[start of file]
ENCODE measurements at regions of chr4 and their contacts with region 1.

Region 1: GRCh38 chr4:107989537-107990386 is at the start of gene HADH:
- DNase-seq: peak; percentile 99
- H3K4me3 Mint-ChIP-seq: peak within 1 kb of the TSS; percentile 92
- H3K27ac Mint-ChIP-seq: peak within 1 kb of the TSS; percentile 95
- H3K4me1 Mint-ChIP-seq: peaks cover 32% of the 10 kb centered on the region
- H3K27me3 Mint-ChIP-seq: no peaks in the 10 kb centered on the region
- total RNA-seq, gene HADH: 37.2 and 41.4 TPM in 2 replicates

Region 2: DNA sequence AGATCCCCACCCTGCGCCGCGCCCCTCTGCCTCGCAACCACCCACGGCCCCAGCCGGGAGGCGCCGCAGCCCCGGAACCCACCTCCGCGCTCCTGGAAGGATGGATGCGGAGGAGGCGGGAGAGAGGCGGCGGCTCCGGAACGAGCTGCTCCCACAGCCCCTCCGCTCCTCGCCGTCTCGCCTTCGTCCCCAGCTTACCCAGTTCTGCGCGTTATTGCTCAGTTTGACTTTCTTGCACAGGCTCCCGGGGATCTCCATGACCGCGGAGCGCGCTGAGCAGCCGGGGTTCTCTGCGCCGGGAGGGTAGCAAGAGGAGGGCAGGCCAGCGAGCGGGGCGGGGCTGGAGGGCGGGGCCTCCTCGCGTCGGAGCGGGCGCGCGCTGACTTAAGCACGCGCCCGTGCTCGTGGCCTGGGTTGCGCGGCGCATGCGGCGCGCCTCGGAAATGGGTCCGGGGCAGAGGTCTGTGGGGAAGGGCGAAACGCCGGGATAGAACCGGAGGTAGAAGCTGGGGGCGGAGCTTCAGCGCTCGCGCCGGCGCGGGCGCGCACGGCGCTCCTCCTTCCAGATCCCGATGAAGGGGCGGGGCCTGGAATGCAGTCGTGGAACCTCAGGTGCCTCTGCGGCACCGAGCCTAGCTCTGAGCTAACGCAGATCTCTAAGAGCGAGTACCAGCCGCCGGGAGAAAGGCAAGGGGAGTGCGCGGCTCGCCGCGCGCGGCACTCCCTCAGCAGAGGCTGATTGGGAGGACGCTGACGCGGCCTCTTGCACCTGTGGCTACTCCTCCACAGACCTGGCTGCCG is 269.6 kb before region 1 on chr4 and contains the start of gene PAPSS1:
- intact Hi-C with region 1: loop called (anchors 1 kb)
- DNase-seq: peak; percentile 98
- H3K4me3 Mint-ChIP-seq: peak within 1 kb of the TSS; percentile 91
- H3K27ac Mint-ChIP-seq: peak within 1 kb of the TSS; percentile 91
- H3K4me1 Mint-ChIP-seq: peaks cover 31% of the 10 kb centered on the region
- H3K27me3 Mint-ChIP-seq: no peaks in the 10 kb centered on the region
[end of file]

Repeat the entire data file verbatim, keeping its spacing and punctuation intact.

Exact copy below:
ENCODE measurements at regions of chr4 and their contacts with region 1.

Region 1: GRCh38 chr4:107989537-107990386 is at the start of gene HADH:
- DNase-seq: peak; percentile 99
- H3K4me3 Mint-ChIP-seq: peak within 1 kb of the TSS; percentile 92
- H3K27ac Mint-ChIP-seq: peak within 1 kb of the TSS; percentile 95
- H3K4me1 Mint-ChIP-seq: peaks cover 32% of the 10 kb centered on the region
- H3K27me3 Mint-ChIP-seq: no peaks in the 10 kb centered on the region
- total RNA-seq, gene HADH: 37.2 and 41.4 TPM in 2 replicates

Region 2: DNA sequence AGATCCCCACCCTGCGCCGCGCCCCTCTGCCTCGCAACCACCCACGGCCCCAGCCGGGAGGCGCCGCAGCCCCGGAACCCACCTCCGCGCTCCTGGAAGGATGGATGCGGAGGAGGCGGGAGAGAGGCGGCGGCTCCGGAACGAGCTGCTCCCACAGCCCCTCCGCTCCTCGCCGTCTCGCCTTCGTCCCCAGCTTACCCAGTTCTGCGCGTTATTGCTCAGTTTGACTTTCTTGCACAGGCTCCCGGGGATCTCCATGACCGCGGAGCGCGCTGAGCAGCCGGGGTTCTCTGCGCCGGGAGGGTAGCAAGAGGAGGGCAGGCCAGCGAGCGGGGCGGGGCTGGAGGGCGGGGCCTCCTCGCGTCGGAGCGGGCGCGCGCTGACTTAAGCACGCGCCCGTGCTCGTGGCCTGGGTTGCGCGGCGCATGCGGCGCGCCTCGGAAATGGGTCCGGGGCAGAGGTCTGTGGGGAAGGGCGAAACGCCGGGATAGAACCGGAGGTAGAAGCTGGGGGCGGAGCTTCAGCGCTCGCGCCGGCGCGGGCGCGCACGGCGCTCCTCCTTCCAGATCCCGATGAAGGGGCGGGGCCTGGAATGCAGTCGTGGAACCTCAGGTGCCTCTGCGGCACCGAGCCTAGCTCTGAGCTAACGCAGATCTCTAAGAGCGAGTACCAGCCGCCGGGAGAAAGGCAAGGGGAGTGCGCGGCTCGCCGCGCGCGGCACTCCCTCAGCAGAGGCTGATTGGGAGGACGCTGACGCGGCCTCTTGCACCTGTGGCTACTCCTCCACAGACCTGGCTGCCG is 269.6 kb before region 1 on chr4 and contains the start of gene PAPSS1:
- intact Hi-C with region 1: loop called (anchors 1 kb)
- DNase-seq: peak; percentile 98
- H3K4me3 Mint-ChIP-seq: peak within 1 kb of the TSS; percentile 91
- H3K27ac Mint-ChIP-seq: peak within 1 kb of the TSS; percentile 91
- H3K4me1 Mint-ChIP-seq: peaks cover 31% of the 10 kb centered on the region
- H3K27me3 Mint-ChIP-seq: no peaks in the 10 kb centered on the region